In the late 1940s, headed by Bill Barada, a small group of diving enthusiasts came together to create a way to continue spearfishing throughout the winter. By using a pattern found at a costume shop and rubber sheets sourced at a hospital, Bill created what would be the first drysuit designed for sport diving. (Read more about Bill.)

Bill's newfound invention was immediately a big hit at the local diving spots, and requests for the new suits were overwhelming. Realizing this new opportunity, Bill decided it was time to make the suits available for the diving public.

The revolutionary suits were originally branded Bel-Aqua under Bill Barada's leadership, with Aquala being solely the silent manufacturer. In 1958, Bill decided to sell Bel-Aqua, and that's when Aquala emerged as its own publicly recognizable brand. In 1959 Aquala hit the ground running, and we've been crafting dependable, classic drysuits ever since.



A lot can happen after almost seven decades. So what have we been doing all those years?


Exact months and dates are an approximation, so if you have more information, we’d love to hear from you. dive@aquala.com

  • February 1950

    First Bel-Aqua Suit

    After nearly half a decade of experimentation, Bill Barada starts selling the first drysuits

  • December 1954

    Disney Film

    The film version of Disney's, "20,000 Leagues Under the Sea” featured suits made by Aquala. All actors and stunt divers were equipped with suits for location filming in the Bahamas, as well as studio shots in California.

  • May 1956

    Vancouver Police Department

    Vancouver Police Department Marien Unit deploys Aquala Suits
  • March 1958

    New York City Police

    New York City Police Department's first dive team is equipped with Aquala made suits.

  • November 1958

    Bel-Aqua Becomes Aquala

    Bill Barada sells Bel-Aqua to Swimaster and the Aquala name comes to life. 

  • June 1961

    Aquala Dives the Antarctic

    1961 Verne Peckham was stationed at McMurdo Antarctic station as a laboratory director for Donald Wohlschlag of Stanford University’s Department of Biological Sciences. Early cold-water pioneers like John Bunt, Carleton Ray, Elmer Feltz and David Lavallee all used the Tunnel -Entry Aquala Suits to explore this amazing place. Read more here. 

  • November 1963

    First Lightweight Deep Sea Diving Helmet

    Using a motorcycle helmet, and stainless steel components crafted by himself, Joe Savole develops the first lightweight deep sea diving helmet. His design would revolutionize commercial diving helmets, and he chose Aquala suits to dive his new design.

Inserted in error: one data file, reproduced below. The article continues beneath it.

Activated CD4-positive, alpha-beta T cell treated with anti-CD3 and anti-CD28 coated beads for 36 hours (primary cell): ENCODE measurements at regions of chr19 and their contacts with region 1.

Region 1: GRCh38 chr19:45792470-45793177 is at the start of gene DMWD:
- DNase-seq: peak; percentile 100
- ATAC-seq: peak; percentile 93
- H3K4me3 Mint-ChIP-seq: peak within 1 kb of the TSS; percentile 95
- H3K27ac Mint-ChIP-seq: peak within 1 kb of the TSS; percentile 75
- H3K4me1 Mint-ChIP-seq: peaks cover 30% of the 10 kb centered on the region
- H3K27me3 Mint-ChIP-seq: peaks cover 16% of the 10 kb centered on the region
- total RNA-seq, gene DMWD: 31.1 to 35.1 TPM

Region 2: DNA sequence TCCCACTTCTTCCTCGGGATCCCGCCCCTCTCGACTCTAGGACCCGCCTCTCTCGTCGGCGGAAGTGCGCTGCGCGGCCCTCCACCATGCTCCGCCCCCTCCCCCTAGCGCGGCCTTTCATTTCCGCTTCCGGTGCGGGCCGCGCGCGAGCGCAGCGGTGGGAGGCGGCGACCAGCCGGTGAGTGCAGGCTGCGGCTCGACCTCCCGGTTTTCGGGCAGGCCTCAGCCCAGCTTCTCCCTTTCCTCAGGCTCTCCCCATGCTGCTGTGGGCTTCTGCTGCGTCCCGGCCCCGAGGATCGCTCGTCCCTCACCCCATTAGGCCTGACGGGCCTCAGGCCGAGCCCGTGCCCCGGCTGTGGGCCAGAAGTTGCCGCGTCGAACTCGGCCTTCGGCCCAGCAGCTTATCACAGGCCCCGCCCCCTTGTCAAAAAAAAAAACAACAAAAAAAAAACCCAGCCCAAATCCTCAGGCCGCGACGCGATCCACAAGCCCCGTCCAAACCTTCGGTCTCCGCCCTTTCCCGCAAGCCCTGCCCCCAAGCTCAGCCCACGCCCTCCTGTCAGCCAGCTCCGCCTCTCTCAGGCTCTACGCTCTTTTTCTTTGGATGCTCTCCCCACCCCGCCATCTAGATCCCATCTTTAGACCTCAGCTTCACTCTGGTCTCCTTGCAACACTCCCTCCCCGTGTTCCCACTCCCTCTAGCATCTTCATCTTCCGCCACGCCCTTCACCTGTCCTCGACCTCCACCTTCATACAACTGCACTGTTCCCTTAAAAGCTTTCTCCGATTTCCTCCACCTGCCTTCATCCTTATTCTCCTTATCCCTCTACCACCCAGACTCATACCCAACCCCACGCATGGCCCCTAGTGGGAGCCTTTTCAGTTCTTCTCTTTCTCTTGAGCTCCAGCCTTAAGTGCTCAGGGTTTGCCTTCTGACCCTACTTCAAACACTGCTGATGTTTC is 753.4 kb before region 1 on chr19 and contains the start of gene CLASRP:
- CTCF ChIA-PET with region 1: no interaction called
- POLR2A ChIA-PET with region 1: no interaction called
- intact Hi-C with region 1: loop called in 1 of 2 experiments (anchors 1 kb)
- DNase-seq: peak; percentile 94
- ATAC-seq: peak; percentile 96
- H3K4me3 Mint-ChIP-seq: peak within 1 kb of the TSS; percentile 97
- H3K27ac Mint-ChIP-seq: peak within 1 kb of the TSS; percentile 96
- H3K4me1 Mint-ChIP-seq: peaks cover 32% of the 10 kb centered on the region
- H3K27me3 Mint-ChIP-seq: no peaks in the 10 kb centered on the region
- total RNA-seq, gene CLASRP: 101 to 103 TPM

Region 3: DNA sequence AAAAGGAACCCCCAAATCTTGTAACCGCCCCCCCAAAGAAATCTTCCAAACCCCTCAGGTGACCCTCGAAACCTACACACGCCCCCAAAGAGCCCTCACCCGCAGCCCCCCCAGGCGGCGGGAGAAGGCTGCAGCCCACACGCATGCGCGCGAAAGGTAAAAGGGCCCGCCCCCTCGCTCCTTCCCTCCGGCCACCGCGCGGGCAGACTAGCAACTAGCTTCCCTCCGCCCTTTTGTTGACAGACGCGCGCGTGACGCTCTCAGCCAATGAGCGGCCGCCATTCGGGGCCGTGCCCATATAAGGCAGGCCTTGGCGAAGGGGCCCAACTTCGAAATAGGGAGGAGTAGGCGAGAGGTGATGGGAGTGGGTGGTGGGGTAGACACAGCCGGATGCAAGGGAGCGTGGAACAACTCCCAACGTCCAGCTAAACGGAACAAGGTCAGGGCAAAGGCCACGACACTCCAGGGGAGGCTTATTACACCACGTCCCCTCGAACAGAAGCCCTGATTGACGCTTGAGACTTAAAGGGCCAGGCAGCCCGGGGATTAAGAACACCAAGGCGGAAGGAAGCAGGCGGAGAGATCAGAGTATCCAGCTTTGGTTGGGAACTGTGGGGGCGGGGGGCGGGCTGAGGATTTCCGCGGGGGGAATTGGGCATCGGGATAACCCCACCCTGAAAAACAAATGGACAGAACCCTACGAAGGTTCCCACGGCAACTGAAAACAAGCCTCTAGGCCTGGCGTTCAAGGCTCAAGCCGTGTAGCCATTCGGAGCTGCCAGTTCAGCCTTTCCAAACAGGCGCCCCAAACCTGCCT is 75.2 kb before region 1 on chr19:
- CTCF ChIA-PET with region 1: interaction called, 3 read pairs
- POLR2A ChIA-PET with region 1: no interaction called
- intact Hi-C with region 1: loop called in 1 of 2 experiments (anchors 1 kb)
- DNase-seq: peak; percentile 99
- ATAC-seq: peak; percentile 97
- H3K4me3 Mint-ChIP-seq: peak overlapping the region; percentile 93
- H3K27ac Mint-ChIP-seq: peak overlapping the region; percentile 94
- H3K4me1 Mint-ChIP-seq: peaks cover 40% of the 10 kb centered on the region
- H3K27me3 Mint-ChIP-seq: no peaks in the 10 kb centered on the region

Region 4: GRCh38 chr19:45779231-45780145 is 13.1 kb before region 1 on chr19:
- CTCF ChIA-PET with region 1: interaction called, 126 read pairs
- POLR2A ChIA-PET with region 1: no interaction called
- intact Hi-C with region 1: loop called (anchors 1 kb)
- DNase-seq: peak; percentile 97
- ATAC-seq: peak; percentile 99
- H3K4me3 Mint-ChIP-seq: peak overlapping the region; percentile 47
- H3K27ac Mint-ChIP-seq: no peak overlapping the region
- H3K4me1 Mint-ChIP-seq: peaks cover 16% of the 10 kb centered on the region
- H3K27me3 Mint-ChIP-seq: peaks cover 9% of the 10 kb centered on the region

• February 1964

    World's First Commercial Lockout-Diving Bell

    Aquala is aboard the world's first commercial lockout-diving bell, the Purisima. Launched off the coast of Santa Barbara, California, the Purisima would pave the way for deep sea saturation diving techniques still in use today.

  • November 1965

    Gilligan's Island

    Gilligan's Island, Season 2, Episode 7. Gilligan has to dive to recover a trunk from the bottom of the lagoon... Aquala was his choice.

  • August 1975

    NOAA Choose Aquala

    The US National Oceanographic and Atmospheric Association (NOAA) chooses Aquala for their scientific research teams.

  • January 1977

    Jacques Cousteau's US Divers

    Aquala has such a strong presence in commercial diving that Jacques Cousteau's US Divers, contracts with Aquala to provide suits for their Commercial Equipment Diving division. Aquala builds suits for US Divers for use with lightweight fiberglass helmets, as well as traditional heavy dress, copper and brass helmets.

  • January 1979

    Ball Hawk Purchases Aquala

    Veteran golf ball diver, George Wilby, purchases Aquala and moves it from California to Florida. Under his leadership, Aquala tunnel-entry suits become the trusted diving suit of professional golf ball divers (known as Ball Hawks) throughout the Southern, Central, and Eastern United States.

  • January 1980

    NASA Tests Aquala Suits

    At the Johnson Space center research facility, NASA tests Aquala suits for space shuttle rocket booster recovery teams. The suits pass with flying colors and are used beneath flame proof foil suits to protect divers from rocket fuel.

  • March 1993

    East Coast Surf

    John Meehan of Rye, New Hampshire purchases Aquala, and moves operations to the New England coast. John, an accomplished surfer, expounds upon Aquala's California surfing heritage and brings famed East Coast surfer, Peter Panagiotis (Peter Pan) aboard. Aquala private labels surfing suits for Pan's Watershed Surf Shop, and New England surfers now surf comfortably throughout the winter.

  • November 2000

    New Era for Aquala

    2000: In the 1960s, '70s and '80s Aquala diversifies into surfing, sailing, hunting and fishing suits. The non-diving suits, while meeting a need, were not the foundation Aquala was built upon. Ty Alley realizes this, takes his passion and knowledge of diving, and purchases Aquala. Under his direction, Aquala now becomes exclusively the US's oldest diving suit manufacturing company. 

  • October 2007

    20,000 Leagues Revisited

    After years of studying archival photos and interviewing surviving stunt divers, Pat Regan of Vulcania Submarine, recreates the diving systems from Disney's "20,000 Leagues Under the Sea". This is the first time fully functional "Leagues" diving rigs have been created since the original filming in 1954. Aquala joins the project, being the original supplier of the rubber suits, and the systems are dove at the Kapoho tide pools to document and prove their functionality.

  • October 2017

    Moving Forward Toward the Past

    Explore how we are moving forward with a new chapter in our history.